10 insights on the political ecology of Himachal today
Manshi Asher and Prakash Bhandari
The morning ritual of eagerly scanning the Himachal edition of The Tribune (the only English paper in print that has meaty coverage from the region) has never been so rewarding, offering in one glance, deep clarity on what is going on in the Himalayan State. Today’s edition was particularly enlightening with news that covered a wide range of issues that if we put together quickly reveals both contradictions and connections between the glaring issues facing the society and polity of the state at the moment.
Here are ten insights that need deeper contemplation:
1. The state is in a serious fiscal crisis: When Jai Ram Thakur took over as the Chief Minister of the State earlier this year he had remarked that it was shameful that the party which “ruled the state for decades had pushed it to a financial crisis with a Rs 46,500 crore debt”. Notwithstanding that the BJP has had an equal opportunity to lead the State, it is important to note that in its tenure hence far, there seem to be no signs of things changing course for the better.
2. Land related conflicts are on the rise: The diverse contestations over land are becoming increasingly visible in the State where the ‘area of operation’ for purposes of farming, habitation, urban expansion, commercial and infrastructure purposes is limited. Nearly 70% of the state’s geographical area is under the category of ‘forest’, which too is a landscape of a separate set of conflicts – of being maintained as inviolate space for conservation on one hand, as a community resources supporting forest-based livelihoods, on the other and being diverted to private interests for ‘development’, as the third more dominant demand.
3. The idea of ‘development’ continues to be extractive: Interestingly, the idea of development being dictated by the current political economy of neoliberal private investment is extractive and demands not just massive land but also water resources, both of which are scarce and also essential for day to day survival of the residents. Despite this, the new government is narrow in its objective, continuing on the path of attracting investments in hydropower, cement industry, tourism and road expansion, and notching up its ‘ease of doing business’ rankings by diluting lease rules, NOC requirements from local communities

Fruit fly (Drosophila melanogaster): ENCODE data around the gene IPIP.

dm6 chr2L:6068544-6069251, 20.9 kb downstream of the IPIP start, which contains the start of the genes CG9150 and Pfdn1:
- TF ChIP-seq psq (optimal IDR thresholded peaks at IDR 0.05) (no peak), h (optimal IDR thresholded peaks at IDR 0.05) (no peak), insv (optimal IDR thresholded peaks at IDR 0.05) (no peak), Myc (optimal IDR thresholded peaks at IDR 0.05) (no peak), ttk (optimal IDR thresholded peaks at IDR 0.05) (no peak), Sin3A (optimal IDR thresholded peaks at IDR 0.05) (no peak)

4. ‘Environment’ is not a real or serious concern: It then is more than apparent that the discourse on ‘environment’ is restricted to ‘climate change seminars’ in AC conference halls of academic institutions. It’s a domain of experts and scientists who sing paens to models of climate adaptation or climate change literacy among people to ‘solve the problem’. Where as it is amply clear to every expert that the current model of ‘development’ if its means more dams, hotels, highways in the hills, is unsustainable and that a solution to climate change necessarily requires a radical systemic shift in policy, choosing between ‘environment’ and ‘development’
5. Local livelihood opportunities are shrinking: Closely linked with the issue of ecological crises, and the shrinking natural resource base is the crisis of local livelihoods. The three pillars of natural resource based livelihood in the mountain economy, farm, forest and livestock, and their interlinks, have been steadily dismantled in the state. The government, which is merely doling out social security measures, has no plan to work on creating new livelihoods or strengthening this triology for that requires a change in approach to development. Infact, the recent spate of eviction drives, in the name of removing illegal ‘encroachments’, razed to the ground years of local people’s investments in raising apple orchards.